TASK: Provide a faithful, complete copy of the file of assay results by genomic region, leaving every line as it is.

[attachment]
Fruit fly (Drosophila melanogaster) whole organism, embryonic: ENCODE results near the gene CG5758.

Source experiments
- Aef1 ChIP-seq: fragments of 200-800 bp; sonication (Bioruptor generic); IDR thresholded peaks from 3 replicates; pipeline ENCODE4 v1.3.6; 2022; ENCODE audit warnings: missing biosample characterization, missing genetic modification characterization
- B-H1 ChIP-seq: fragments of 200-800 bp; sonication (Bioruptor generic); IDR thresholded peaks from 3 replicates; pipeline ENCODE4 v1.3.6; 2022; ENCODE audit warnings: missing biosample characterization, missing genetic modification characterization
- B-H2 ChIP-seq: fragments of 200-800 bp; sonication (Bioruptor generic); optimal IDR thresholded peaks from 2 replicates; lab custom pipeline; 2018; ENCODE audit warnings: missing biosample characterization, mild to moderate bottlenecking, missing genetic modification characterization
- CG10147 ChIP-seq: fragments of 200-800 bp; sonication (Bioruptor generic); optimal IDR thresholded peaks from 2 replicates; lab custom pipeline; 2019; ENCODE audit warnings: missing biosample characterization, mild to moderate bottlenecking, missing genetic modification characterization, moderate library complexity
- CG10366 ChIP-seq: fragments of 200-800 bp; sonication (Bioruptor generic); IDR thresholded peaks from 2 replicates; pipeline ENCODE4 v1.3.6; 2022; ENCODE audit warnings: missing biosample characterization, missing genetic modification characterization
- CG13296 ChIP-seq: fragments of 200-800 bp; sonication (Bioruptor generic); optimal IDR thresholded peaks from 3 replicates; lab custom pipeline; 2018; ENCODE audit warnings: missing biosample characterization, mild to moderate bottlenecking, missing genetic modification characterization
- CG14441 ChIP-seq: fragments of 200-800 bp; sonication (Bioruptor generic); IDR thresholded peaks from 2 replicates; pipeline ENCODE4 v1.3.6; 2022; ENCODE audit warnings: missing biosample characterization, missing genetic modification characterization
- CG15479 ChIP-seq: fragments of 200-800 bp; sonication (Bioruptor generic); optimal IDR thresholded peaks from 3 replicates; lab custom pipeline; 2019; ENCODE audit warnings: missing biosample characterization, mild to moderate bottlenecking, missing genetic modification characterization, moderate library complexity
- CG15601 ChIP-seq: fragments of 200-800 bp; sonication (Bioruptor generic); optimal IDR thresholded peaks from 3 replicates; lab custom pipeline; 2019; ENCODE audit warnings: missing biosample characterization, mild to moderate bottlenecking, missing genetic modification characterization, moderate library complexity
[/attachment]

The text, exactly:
Fruit fly (Drosophila melanogaster) whole organism, embryonic: ENCODE results near the gene CG5758.

Source experiments
- Aef1 ChIP-seq: fragments of 200-800 bp; sonication (Bioruptor generic); IDR thresholded peaks from 3 replicates; pipeline ENCODE4 v1.3.6; 2022; ENCODE audit warnings: missing biosample characterization, missing genetic modification characterization
- B-H1 ChIP-seq: fragments of 200-800 bp; sonication (Bioruptor generic); IDR thresholded peaks from 3 replicates; pipeline ENCODE4 v1.3.6; 2022; ENCODE audit warnings: missing biosample characterization, missing genetic modification characterization
- B-H2 ChIP-seq: fragments of 200-800 bp; sonication (Bioruptor generic); optimal IDR thresholded peaks from 2 replicates; lab custom pipeline; 2018; ENCODE audit warnings: missing biosample characterization, mild to moderate bottlenecking, missing genetic modification characterization
- CG10147 ChIP-seq: fragments of 200-800 bp; sonication (Bioruptor generic); optimal IDR thresholded peaks from 2 replicates; lab custom pipeline; 2019; ENCODE audit warnings: missing biosample characterization, mild to moderate bottlenecking, missing genetic modification characterization, moderate library complexity
- CG10366 ChIP-seq: fragments of 200-800 bp; sonication (Bioruptor generic); IDR thresholded peaks from 2 replicates; pipeline ENCODE4 v1.3.6; 2022; ENCODE audit warnings: missing biosample characterization, missing genetic modification characterization
- CG13296 ChIP-seq: fragments of 200-800 bp; sonication (Bioruptor generic); optimal IDR thresholded peaks from 3 replicates; lab custom pipeline; 2018; ENCODE audit warnings: missing biosample characterization, mild to moderate bottlenecking, missing genetic modification characterization
- CG14441 ChIP-seq: fragments of 200-800 bp; sonication (Bioruptor generic); IDR thresholded peaks from 2 replicates; pipeline ENCODE4 v1.3.6; 2022; ENCODE audit warnings: missing biosample characterization, missing genetic modification characterization
- CG15479 ChIP-seq: fragments of 200-800 bp; sonication (Bioruptor generic); optimal IDR thresholded peaks from 3 replicates; lab custom pipeline; 2019; ENCODE audit warnings: missing biosample characterization, mild to moderate bottlenecking, missing genetic modification characterization, moderate library complexity
- CG15601 ChIP-seq: fragments of 200-800 bp; sonication (Bioruptor generic); optimal IDR thresholded peaks from 3 replicates; lab custom pipeline; 2019; ENCODE audit warnings: missing biosample characterization, mild to moderate bottlenecking, missing genetic modification characterization, moderate library complexity